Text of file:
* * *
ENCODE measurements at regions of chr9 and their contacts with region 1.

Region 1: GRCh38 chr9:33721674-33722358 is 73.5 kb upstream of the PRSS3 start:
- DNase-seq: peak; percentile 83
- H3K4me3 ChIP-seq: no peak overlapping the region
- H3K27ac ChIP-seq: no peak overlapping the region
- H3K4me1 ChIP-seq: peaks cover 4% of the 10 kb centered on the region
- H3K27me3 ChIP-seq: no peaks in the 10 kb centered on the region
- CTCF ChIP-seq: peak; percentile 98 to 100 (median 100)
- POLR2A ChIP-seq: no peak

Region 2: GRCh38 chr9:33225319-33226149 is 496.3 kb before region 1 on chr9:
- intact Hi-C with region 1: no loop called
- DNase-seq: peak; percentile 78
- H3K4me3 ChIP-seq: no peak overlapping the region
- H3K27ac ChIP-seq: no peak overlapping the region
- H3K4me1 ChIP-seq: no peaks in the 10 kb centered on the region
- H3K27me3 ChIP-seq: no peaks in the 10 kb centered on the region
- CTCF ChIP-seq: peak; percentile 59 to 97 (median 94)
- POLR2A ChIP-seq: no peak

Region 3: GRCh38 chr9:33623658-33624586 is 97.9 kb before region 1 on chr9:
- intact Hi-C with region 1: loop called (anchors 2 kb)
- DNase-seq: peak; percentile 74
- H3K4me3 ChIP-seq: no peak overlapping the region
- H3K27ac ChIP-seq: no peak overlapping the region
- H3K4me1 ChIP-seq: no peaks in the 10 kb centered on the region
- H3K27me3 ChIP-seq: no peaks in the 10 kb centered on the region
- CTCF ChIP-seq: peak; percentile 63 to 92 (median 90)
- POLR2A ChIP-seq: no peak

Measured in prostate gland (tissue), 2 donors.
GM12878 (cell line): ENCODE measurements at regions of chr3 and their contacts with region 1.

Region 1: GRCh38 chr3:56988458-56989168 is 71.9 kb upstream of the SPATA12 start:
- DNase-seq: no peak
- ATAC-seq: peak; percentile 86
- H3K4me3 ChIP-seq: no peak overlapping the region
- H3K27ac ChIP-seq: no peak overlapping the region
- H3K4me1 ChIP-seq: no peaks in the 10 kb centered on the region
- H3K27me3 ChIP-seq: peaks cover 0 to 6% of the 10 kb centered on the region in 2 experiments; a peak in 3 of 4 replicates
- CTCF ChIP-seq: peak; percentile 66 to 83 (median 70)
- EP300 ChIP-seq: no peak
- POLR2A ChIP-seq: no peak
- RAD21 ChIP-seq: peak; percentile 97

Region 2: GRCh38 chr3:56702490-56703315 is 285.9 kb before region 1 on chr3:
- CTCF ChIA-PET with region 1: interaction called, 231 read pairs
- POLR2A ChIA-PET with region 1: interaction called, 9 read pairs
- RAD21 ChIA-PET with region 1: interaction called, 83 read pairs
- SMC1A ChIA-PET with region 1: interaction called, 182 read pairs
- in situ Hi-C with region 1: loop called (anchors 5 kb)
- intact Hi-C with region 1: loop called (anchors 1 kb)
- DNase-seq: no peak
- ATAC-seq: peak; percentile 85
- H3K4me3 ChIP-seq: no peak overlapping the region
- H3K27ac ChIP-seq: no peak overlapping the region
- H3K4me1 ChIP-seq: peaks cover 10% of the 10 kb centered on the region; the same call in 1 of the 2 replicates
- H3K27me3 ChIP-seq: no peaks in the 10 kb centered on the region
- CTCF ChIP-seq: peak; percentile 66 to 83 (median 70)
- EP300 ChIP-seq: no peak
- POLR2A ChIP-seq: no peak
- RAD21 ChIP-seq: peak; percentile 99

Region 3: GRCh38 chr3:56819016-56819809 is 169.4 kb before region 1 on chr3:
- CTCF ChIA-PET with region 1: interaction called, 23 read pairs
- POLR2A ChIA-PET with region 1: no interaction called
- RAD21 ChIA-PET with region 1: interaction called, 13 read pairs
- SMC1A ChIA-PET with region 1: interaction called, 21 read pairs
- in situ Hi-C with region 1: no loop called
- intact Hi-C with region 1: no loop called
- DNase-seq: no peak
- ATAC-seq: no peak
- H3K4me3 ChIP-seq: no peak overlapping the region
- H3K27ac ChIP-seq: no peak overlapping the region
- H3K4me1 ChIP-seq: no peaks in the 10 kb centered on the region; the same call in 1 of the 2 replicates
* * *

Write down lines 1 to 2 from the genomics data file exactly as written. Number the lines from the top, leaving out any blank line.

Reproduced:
ENCODE measurements at regions of chr9 and their contacts with region 1.

Region 1: GRCh38 chr9:33721674-33722358 is 73.5 kb upstream of the PRSS3 start: